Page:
A federal judge blocked the plan last year, warning that it would create havoc in the economy and lead to serious due-process violations for victims of clerical errors. The Social Security Administration’s inspector general has estimated that about 17.8 million of the agency’s 435 million records contain errors that could lead to a “no match” letter. Seventy percent of those 17.8 million records belong to native-born Americans.

The Department of Homeland Security responded to the judge’s objections by resubmitting its proposal last week essentially unchanged.
... [Emphasis added]

The editorialist urges the country to make the same stink it did the last time around so that this rank foolishness is once again stopped in its tracks. The problem is, however, that such an action is no doubt exactly what the administration and its party wants: immigration as an election year issue.

As I pointed out last night, the early shots have been fired in California. It looks like the war will be national in scope.

299 days.

Labels: ,

Wednesday, March 26, 2008

And Here's Another Plan

Well, I think we know what one of the major issues in the November elections is going to be, at least in California. The mother of a state assemblyman (how's that for a surrogate?) let drop one of the early bombs, according to this article in the Sacramento Bee.

Gov. Arnold Schwarzenegger, responding to the mother of a Republican state legislator, said Wednesday it would be a "big mistake" to blame illegal immigrants for the state's looming $8 billion budget problem.

The Republican governor was in San Luis Obispo to pitch his budget proposal to local officials and business leaders when he was asked by Diane Blakeslee, mother of Assemblyman Sam Blakeslee, R-San Luis Obispo, how the state should handle fiscal burdens created by illegal immigrants.

"There is, you know, always a time like this where you start pointing the finger at various different elements of what creates the budget mess, and, you know, some may point the finger at illegal immigrants," Schwarzenegger said. "I can guarantee you, I have been now four years in office in Sacramento, I don't think that illegal immigration has created the mess that we are in."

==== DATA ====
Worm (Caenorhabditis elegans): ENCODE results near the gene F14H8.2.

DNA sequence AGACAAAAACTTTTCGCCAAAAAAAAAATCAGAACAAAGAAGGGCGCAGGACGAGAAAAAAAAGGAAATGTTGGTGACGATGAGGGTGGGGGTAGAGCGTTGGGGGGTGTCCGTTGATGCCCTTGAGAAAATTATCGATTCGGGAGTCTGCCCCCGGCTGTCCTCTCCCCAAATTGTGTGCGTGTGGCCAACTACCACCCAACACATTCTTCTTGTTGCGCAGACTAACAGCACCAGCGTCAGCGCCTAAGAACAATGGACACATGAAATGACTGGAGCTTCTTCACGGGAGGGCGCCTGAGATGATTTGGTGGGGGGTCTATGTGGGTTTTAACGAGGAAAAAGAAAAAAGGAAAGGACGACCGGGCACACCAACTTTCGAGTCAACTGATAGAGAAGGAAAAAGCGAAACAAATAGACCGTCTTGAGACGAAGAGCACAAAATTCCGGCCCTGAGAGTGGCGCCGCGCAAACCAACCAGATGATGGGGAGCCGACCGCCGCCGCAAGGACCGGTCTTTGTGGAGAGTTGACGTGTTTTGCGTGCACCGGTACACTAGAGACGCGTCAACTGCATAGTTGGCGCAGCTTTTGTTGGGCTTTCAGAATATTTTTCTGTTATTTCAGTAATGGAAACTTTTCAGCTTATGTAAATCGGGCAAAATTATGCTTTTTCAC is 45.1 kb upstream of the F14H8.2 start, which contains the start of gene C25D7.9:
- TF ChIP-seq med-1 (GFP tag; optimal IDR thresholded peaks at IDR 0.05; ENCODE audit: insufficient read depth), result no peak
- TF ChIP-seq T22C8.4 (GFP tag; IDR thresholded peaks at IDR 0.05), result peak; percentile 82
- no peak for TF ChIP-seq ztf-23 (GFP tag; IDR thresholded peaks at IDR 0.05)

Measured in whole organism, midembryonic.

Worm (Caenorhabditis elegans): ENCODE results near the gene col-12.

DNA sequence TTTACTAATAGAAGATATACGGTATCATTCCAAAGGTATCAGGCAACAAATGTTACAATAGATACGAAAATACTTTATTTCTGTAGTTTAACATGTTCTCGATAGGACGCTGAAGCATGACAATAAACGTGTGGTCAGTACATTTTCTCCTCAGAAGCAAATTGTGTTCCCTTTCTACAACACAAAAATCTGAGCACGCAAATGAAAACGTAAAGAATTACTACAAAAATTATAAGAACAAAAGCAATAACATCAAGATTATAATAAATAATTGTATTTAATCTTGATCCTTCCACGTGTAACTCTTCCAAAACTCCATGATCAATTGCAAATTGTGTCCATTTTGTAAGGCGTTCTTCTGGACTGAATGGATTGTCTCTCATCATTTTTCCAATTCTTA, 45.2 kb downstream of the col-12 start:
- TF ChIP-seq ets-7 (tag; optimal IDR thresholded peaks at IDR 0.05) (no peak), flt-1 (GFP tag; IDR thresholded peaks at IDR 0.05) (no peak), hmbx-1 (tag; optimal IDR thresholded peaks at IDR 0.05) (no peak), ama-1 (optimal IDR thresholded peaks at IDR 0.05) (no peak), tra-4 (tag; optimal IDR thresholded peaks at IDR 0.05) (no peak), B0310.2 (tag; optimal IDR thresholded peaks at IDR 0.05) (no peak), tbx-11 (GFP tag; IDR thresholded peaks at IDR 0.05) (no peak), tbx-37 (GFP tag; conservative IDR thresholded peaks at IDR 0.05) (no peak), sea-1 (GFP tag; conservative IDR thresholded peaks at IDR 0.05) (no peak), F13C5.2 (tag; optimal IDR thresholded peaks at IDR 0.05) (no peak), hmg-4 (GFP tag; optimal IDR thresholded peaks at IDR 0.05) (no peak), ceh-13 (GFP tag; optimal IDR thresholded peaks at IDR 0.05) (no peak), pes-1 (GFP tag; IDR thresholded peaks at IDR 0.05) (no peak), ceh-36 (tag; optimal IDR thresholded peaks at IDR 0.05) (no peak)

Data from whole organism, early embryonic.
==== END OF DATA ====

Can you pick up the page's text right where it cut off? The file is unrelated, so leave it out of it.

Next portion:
The governor's comments came a day after Assembly Republicans announced a package of 20 bills they said would help California reduce the "negative impact" that illegal immigrants have on the state budget. Included are proposals to repeal a law enabling undocumented students to pay in-state college tuition and to demand more money from the federal government for housing illegal immigrants in state prisons.
[Emphasis added]

It was nice to see Gov. Schwarzenegger respond appropriately for a change, even if his answer might have been tempered by the fact that he himself is an immigrant. In a very real sense, his answer was also correct: the budget mess is a creature of a state government committed to not raising taxes and a Constitutional Amendment passed by the electorate who got sold a bill of goods. That proposition requires a two-thirds super majority in the legislature for any new or raised taxes.

Still, it would have been nice if he had pointed to the fact that the "illegals" pay sales and gasoline taxes, and many pay, via payroll deductions, into Social Security and State Unemployment/Disability accounts they will never be able to access. It also would have been nice if he had shot down some of the other myths about the "illegals". There certainly is enough out there to fill an entire set of speeches. But, to be fair, he might have been caught off guard by the question by the nice lady.

And that brings me back to the fact that the mother of a sitting assemblyman asked the question the day after the Republicans in the legislature introduced some 20 bills to hate on the brown people (well, c'mon: Al Qaeda, El Qaeda...same thing). I think that's telling, but certainly not surprising.

Tom "Nuke Mecca" Tancredo built an entire presidential campaign around promising to make immigration a major issue (if not the major issue) of the November elections. He's gone, but his issue lingers. Sen. McCain had to be treated for whiplash for the change in his position on the issue primarily as the result of Tancredo's vile rhetoric.

It was to be expected. What else can the GOP run on? The economy? The War? National security? A stronger and more vibrant military? The Ownership Society? Climate change? The environment? Gas prices?

The question now is whether the Democratic candidates are ready to retire their soiled diapers and to replace them with a solid campaign to show what is still possible in this country.

We'll see.

Labels: , ,

Now Here's A Plan

Health insurance means access to health care. That sounds like a pretty simplistic statement, but for most of us, that is the only way we can count on getting in to see a doctor or be admitted to a hospital without signing over our home and our first-born. Getting health insurance has become a difficult and increasingly expensive procedure, especially if one's employer doesn't offer to provide it, or offers minimal coverage for the employee only. That's why the issue of government provided insurance is so important right now.

Unfortunately, whenever the discussion turns to the government provision of health insurance, it is always couched in the misleading term of "socialized medicine," and then the discussion stops cold. Jacob S. Hacker, a professor of political science at Yale, described the process quite clearly in an op-ed piece in today's Sacramento Bee.

"Socialized medicine" is the bogeyman that just won't die. The epithet has been hurled at every national health plan since the New Deal -- even Medicare, which critics warned would strip Americans of their freedom.